October 27, 2014
Do blood vessels that feed tumors differ from other blood vessels? Fourteen years ago, experiments designed to answer that question led to the discovery of several genes that are more active in tumor-associated blood vessels ...

Team moves small-molecule drugs through blood-brain barrier

June 4, 2014
Researchers at Mayo Clinic have demonstrated in a mouse model that their recently developed synthetic peptide carrier is a potential delivery vehicle for brain cancer chemotherapy drugs and other neurological medications. ...

New molecule sneaks medicines across the blood/brain barrier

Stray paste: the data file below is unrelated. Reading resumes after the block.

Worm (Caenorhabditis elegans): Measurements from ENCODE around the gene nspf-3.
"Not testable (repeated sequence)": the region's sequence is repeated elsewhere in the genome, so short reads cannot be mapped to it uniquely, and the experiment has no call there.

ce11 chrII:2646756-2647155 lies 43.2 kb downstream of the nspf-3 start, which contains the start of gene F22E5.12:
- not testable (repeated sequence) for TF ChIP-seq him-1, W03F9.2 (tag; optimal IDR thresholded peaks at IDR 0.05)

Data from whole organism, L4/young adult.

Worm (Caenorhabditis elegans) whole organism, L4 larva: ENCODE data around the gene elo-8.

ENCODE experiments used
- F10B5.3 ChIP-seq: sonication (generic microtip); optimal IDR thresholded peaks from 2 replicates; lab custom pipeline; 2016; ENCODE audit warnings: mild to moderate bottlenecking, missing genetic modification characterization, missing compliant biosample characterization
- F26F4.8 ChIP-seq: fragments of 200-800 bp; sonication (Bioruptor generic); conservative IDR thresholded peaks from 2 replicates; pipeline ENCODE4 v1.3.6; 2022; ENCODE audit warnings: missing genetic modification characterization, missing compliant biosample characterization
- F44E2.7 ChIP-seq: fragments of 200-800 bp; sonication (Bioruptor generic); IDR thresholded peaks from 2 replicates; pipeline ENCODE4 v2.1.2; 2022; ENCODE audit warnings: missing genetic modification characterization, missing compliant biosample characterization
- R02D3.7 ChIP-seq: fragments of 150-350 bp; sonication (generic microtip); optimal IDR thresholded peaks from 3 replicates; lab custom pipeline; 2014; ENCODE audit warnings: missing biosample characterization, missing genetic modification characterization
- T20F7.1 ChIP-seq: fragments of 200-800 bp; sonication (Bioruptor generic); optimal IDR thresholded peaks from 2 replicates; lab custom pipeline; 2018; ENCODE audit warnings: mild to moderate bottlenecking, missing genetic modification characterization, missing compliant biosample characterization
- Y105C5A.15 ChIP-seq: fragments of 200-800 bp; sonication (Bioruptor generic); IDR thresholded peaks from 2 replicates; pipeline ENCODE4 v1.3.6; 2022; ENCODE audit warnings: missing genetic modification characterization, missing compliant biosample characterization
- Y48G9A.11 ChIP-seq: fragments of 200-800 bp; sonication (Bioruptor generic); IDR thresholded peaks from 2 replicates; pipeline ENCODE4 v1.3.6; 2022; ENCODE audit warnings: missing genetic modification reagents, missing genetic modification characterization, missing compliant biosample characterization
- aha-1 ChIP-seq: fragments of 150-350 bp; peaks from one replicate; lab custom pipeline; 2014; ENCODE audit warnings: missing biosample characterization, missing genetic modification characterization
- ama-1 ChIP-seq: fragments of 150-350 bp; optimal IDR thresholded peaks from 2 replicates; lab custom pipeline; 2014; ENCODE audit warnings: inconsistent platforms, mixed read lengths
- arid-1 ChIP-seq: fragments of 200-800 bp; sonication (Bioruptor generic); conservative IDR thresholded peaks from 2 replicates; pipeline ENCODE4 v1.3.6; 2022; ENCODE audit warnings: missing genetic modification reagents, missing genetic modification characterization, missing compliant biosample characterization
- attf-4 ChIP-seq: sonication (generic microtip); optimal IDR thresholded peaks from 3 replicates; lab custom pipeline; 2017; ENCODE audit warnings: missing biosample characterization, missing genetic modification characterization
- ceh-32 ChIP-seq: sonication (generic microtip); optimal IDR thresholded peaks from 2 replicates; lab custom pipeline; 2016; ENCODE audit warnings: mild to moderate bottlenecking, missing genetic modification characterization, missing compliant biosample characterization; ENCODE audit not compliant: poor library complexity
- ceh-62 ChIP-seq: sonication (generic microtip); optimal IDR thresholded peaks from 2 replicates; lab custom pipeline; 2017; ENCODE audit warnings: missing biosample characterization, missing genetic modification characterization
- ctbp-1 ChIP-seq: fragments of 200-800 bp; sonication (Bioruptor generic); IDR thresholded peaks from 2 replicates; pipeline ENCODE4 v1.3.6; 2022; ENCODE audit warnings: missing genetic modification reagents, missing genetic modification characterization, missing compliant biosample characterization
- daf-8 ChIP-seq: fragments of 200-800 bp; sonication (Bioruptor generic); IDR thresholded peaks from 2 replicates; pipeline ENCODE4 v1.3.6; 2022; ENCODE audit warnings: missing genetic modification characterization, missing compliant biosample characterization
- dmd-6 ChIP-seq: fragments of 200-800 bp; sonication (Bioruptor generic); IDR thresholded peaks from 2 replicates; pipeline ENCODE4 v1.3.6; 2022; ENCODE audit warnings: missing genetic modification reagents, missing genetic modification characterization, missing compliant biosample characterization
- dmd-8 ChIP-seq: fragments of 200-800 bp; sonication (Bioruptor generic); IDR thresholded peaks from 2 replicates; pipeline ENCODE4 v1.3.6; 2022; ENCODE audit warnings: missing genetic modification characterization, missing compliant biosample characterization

October 30, 2014
Delivering life-saving drugs across the blood-brain barrier (BBB) might become a little easier thanks to a new report published in the November 2014 issue of The FASEB Journal. In the report, scientists describe an antibody, ...

Recommended for you

Japanese team creates human oogonia using human stem cells in artificial mouse ovaries

September 21, 2018
A team of researchers with members from several institutions in Japan has successfully generated human oogonia inside of artificial mouse ovaries using human stem cells. In their paper published in the journal Science, the ...

A new approach to developing a vaccine against vivax malaria

September 21, 2018
A novel study reports an innovative approach for developing a vaccine against Plasmodium vivax, the most prevalent human malaria parasite outside sub-Saharan Africa. The study led by Hernando A. del Portillo and Carmen Fernandez-Becerra, ...

A Trojan Horse delivery for treating a rare, potentially deadly, blood-clotting disorder